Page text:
Blackjack isn’t really analyzed any differently than any other game. It essentially comes down to determining your possible plays at any point in time and then figuring out which one results in the highest unit wins or lowest unit losses.
The first thing you might notice is I did not say whichever strategy results in the highest expected value. The term expected value, while applicable to all games originated out of video poker where the Player makes a wager before the deal and that is the only one for the duration of the game.
When we decide to hold 2 or 4 cards, the wager amount is the same. Thus, the expected value can be used to determine the best play. If one possible way to play the hand has a 0.87 expected value and the other a 0.67, both of these are based on the same size wager.
This is not the case in every game.
In blackjack, when the Player has a 10 or an 11, he will often think of doubling down – doubling his wager. Since the expected value is effectively the percent of the wager the Player has returned to him, which would you prefer – a 1.05 expected value of a 1-unit wager or a 1.03 expected value of a 2-unit wager?
The former will result in a net win of 0.05 and the latter a net win of 0.06. You want the latter. So, the first thing to realize is, when looking at blackjack, the critical number is not the expected value but the net win or loss of the strategy option.
Unlike video poker, blackjack strategy builds on other strategy. I can’t know what to do with a Hard 12 unless I know what to do with a Hard 16. The net win or loss of a Hard 12 is based on exactly how I would play a Hard 16 if I were to draw a 4 on the Hard 12. It is for this reason we start by analyzing a Hard 20.
To do this, I run a fixed number of hands (usually 10,000 or 100,000) of this scenario. With a Hard 20 (2 10’s/faces), the Player might Hit, Stick or Split (I feel comfortable using common sense to say he won’t Double!). I look at the results of each of these options (Hit/Stick/Split) and determine which one has the highest net win or lowest net loss. This is the proper strategy for this situation. Obviously, proper strategy in this case is always to stick.
Next, I repeat the process for a Hard 19. When I simulate the possibility of the Player hitting this hand, I make sure if is dealt an Ace he follows the strategy that has already been determined for a Hard 20. Again, I will find that I should always stick.
I then repeat this process for Hard 18 down to Hard 12. Each time, I use the strategy determined for the Higher hand to know what to do when I hit the lower hand. So, when I get down to a Hard 12, I know if I wind up hitting a 2 (to get to 14), I follow the strategy that has already been determined to be optimal for a Hard 14 against whichever up card the Dealer has.
When I get to a Hard 11, I need to include the possibility the Player will double. This will cause his wager to double to 2 units per hand and I must take this into account when I determine if the Player is better off Doubling or Hitting. Also, when I get to a Hard 11, I can remove the option to stick.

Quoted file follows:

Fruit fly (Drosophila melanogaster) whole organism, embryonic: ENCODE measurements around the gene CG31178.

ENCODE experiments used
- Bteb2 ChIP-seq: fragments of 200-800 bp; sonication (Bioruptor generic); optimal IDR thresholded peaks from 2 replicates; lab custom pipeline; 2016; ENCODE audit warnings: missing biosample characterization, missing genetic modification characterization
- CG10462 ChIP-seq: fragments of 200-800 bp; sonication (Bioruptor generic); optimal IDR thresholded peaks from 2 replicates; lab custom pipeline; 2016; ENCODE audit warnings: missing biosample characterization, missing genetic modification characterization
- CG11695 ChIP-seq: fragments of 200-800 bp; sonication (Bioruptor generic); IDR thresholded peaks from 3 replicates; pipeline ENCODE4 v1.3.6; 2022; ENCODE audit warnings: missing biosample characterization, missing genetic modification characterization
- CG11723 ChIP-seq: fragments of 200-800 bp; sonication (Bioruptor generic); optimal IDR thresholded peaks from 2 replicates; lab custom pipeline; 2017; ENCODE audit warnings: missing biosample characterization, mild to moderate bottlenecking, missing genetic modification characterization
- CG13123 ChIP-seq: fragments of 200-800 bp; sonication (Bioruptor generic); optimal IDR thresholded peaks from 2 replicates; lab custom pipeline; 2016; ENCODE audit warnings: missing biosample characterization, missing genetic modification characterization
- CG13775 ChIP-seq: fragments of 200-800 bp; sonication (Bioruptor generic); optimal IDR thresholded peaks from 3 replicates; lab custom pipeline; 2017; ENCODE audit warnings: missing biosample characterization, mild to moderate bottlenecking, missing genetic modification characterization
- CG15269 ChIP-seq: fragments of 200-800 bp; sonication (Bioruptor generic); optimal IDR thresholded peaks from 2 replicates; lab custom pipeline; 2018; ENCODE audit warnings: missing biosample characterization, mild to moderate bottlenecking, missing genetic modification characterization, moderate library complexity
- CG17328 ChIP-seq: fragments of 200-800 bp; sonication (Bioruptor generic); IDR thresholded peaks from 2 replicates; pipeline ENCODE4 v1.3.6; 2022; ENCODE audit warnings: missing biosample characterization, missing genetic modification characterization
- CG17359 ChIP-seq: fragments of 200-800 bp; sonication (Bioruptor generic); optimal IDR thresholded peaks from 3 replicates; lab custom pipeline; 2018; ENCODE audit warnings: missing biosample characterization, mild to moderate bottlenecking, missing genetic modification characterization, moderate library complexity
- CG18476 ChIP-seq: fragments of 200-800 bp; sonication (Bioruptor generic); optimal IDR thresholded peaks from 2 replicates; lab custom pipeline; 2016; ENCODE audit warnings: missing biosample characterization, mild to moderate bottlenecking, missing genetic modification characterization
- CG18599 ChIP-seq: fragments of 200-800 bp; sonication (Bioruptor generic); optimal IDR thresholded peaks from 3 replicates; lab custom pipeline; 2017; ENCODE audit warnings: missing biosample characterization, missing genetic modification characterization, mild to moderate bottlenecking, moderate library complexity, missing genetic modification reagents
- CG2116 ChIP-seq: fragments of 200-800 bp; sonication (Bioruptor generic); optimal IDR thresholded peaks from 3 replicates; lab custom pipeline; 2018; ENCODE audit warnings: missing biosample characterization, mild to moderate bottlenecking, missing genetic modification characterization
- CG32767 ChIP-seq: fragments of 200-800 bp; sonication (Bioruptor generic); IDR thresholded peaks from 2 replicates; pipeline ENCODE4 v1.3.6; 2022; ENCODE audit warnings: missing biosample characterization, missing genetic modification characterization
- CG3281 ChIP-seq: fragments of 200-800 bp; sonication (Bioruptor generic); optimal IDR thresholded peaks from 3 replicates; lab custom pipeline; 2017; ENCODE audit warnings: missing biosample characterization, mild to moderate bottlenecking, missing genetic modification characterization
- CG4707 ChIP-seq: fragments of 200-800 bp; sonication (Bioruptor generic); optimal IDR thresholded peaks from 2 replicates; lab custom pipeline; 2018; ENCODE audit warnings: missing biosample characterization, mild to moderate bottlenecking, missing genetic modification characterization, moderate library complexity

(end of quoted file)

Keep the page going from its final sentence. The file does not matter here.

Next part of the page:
It is fairly obvious the Player would never stick on an 11 or below – at least not in regular blackjack. I also need to take into account that when the Dealer has a 10/Face or an Ace up that if the Dealer has Blackjack, the Player will only lose his base wager and not his double down.
I continue the process until I get down to a Hard 5 (the lowest possible Hard Hand that is not a Pair). I start with Hard Hands before Soft Hands and Pairs because these may turn into Hard Hands. A Hard Hand cannot turn into a Pair of Soft Hands.
After the Hard Hands have all been analyzed, I move on to the Soft Hands. All of the Soft Hands must be looked at with a potential to Double Down, Hit or Stick (except Soft 16 to Soft 13, which can never be Stick).
Last, the Pairs are analyzed. These can be the most complex as the Player might Double after a Split, etc. So, the overall wager is a bit more varied than Hard or Soft Hands. Also, Hands like Pairs of 4’s or Pairs of 5’s must be looked at to determine if splitting or doubling is preferable.
Once all the options are looked at, a strategy table can be created showing what the Player should do in every possible circumstance. You may have noticed that in this analysis, nothing differentiates between a 7-5 and an 8-4 for a Hard 12. For 99.9% of these situations, it will not matter at all. For the remaining 0.1%, I simply believe the impact is too little for you to concern yourself with.
The likelihood of you making a mistake is far greater than the few pennies you might lose over time by not varying your play by these composite specific hands. If you’ve mastered basic strategy for blackjack, then you can go in search of these nuances.
I’ve used this type of analysis for Spanish 21, Free Bet Blackjack, Blackjack Switch and regular blackjack. It is a bit more complex than analyzing video poker, but the same basic concepts exist in both.
Standard Chart- Atlantic City Multiple Deck Blackjack Strategy
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Elliot Frome is a second generation gaming analyst and author. His math credits include Ultimate Texas Hold’em, Mississippi Stud, House Money and many other games. His website is www.gambatria.com. Contact Elliot at [email protected].